The 2016 Readers’ Favorite Book Awards were held last weekend, in conjunction with the Miami Book Fair International. Stable Relation won a gold medal, and since I never went to my high school graduation, I decided to attend. As if that passes for logic.
I’d been there before and love south Florida, even during election years. It’s always been culturally diverse with many Spanish-speaking residents, so I did my best. By that, I mean that I made a point of saying hello, smiling when I didn’t understand, and following with gracias. It felt good to make the effort. I can also order a beer in Spanish, but that’s about it.
A convention of introverts. Just think of it.
On Friday night, there was a meet and greet for authors at the hotel. Apparently, no one eats on airplanes anymore, and I’d had a close connection, so by the time I finally got to the hotel, I’d already missed two meals. I went down to the bar early and ordered dinner. As I sipped my wine, I took a keepsake out of my pocket. A client had given it to me years ago; a small stone with a word, or in our case, a name, etched into it: “Spirit”.
Forty-five minutes later there was still no sign of dinner, I’d had a second glass of wine, and tears were flowing. It wasn’t the first or last time that I’ll cry over a good horse. And it wasn’t just my gratitude for thirty years with my Grandfather Horse, who changed my life. It was also the memory of saying a final good-bye to him two months ago.
Yes, I flew to another state to get dressed-up and cry in the dark corner of a bar.
I guess the best thing I can say is that, at my age, most people look right past me. It’s one of those backward age-perks. Dinner never came; then I sat through a series of presentations about book marketing, and among other things, was reminded for the umpteenth time to thank people you might want something from in the future.
Public relations is a quandary for me. Self-promotion is necessary. At the same time, strategizing about it always feels grimy and insincere. Call me a dweeb–maybe even a Labrador–but I’ll take my PR cues from dogs. They seem to get it right most of the time. Then I stumbled off to bed, after a bag of chips from a vending machine. Wrung out. Gracias.
Saturday morning and I did it again. Me, the one who is usually up and writing at 3:30 in the morning, missed breakfast and the bus to the Miami Book Fair. I Ubered (a new verb) there, got some coffee and had a great time. Then I rushed back early, determined to nail down an entire meal and have time to get “formal” for the award presentation, as requested.
The presentation was like I imagined graduation would have been. We walked across the stage, got our medals, and smiled for the camera. Applause, and more kind people. And more photos. I hope I smiled–but not too much. What I didn’t expect, descending the steps on the other side of the stage, was the overwhelm of gratitude I felt for how much words have always meant to me, on so many levels. I felt elated and humbled. All the good words.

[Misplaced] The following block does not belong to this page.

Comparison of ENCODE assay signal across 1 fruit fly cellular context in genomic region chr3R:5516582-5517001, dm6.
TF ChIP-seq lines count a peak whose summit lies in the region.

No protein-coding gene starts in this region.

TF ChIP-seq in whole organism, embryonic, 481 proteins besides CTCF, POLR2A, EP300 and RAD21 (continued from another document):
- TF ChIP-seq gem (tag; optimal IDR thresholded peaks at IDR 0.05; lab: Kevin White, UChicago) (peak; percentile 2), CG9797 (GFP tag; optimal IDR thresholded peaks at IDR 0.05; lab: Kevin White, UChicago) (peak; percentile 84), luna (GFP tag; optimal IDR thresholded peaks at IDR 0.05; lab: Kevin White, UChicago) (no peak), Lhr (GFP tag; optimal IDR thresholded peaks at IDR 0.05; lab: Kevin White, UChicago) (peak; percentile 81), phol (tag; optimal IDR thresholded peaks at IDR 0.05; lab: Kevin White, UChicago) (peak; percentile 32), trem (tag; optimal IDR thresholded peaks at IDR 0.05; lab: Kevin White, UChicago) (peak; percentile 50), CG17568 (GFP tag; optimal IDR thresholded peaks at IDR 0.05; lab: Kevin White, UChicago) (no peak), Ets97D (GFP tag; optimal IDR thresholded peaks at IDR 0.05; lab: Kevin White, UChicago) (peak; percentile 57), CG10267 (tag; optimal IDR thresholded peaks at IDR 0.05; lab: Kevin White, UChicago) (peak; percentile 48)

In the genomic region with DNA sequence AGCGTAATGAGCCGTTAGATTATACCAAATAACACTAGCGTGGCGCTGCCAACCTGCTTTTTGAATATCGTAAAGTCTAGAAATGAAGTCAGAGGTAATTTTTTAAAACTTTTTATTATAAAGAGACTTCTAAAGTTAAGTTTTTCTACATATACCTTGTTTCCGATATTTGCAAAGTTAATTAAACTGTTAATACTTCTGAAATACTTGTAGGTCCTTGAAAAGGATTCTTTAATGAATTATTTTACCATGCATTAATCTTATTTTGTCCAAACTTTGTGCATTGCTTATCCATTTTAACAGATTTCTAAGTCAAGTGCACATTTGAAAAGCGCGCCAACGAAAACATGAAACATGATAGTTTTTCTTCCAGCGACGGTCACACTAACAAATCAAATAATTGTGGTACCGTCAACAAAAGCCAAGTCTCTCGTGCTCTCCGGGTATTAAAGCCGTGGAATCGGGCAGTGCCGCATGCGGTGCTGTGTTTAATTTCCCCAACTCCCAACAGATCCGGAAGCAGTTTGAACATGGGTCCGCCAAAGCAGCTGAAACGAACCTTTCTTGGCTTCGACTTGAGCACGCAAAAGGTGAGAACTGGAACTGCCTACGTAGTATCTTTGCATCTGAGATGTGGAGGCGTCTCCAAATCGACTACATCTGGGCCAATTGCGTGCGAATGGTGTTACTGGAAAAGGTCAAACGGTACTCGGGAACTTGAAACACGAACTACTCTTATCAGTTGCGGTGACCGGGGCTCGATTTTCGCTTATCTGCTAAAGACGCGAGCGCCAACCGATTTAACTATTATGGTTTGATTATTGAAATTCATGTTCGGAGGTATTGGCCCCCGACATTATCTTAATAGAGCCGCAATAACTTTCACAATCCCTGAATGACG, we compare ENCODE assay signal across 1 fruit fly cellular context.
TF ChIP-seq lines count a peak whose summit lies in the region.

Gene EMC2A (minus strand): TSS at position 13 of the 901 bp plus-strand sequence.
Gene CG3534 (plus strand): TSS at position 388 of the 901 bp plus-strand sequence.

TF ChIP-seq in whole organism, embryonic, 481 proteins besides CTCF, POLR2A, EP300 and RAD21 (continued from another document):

The biggest weekend takeaway was how affirming it was meeting people who had done what I had; authors of true crime and young adult and historical nonfiction. Like Cary Allen Stone, and Tyler, and Michelle Rene, and Karen Hoyle and more than I can list here. New friends and word geeks, one and all.
On Sunday, I checked out and got the airport early. I was feeling giddy; I’d been recognized for my gold metal… by the metal detector. Wow, it’s changed me already.
I swaggered into the airport bar and pulled out my notebook. The last three weeks, I’ve had a chronic case of blurbitis, and without that measly sink-or-swim paragraph, the next book languishes in limbo forever. No pressure.
But I must have snorted when the men next to me at the bar made a joke. That was all it took. They welcomed me in, telling me they were just back from an amazing trip to Cuba. They were Texans; I know better. But they told me about visiting Hemingway’s house and seeing his pet cemetery. They had a photo of four small headstones; I think three of the names might have been some Spanish variation on “Blackie” and one simply said, “Linda.” Conversation sped on to the Cuban economy, vintage cars, and the professor who was their guide; these two longtime friends had quite a time together. I’m certain we didn’t vote the same ticket. Then they ordered a second round.
Hemingway; the man’s man author; I asked who their favorite woman author was. The dead air didn’t last long. “Barbara Kingsolver. Poisonwood Bible.” And we have a winner!
Eventually, they asked me what I was doing in Miami and I told them. Then I told them they’d heard me right. Heaven forbid getting googled in a bar, but I was there, loud and proud. My life limped and groaned while passing before my eyes. Gracias again, for the statute of limitations. Or maybe it just felt that way.
What could I do? I tossed my suitcase onto the bar stool, like a saddle over a horse, and rummaged through dirty clothes to produce two copies of Stable Relation. At the same time thinking, “Who is this woman?”
UPDATE: Cover image; check. Ebooks formatted; check. Blurb for back cover edited into submission; check. Barn Dance is almost done, just a pile of technicalities left to do. It’s up to Prairie Moon Press now.
Then our flight was announced and we all hugged like old friends, still as different as Americans can be. Standing in my line, I turned and saw one of the men, looking exhausted, half-drunk, and clutching Stable Relation in his arm.
Here’s to you, Spirit. The ride isn’t over yet.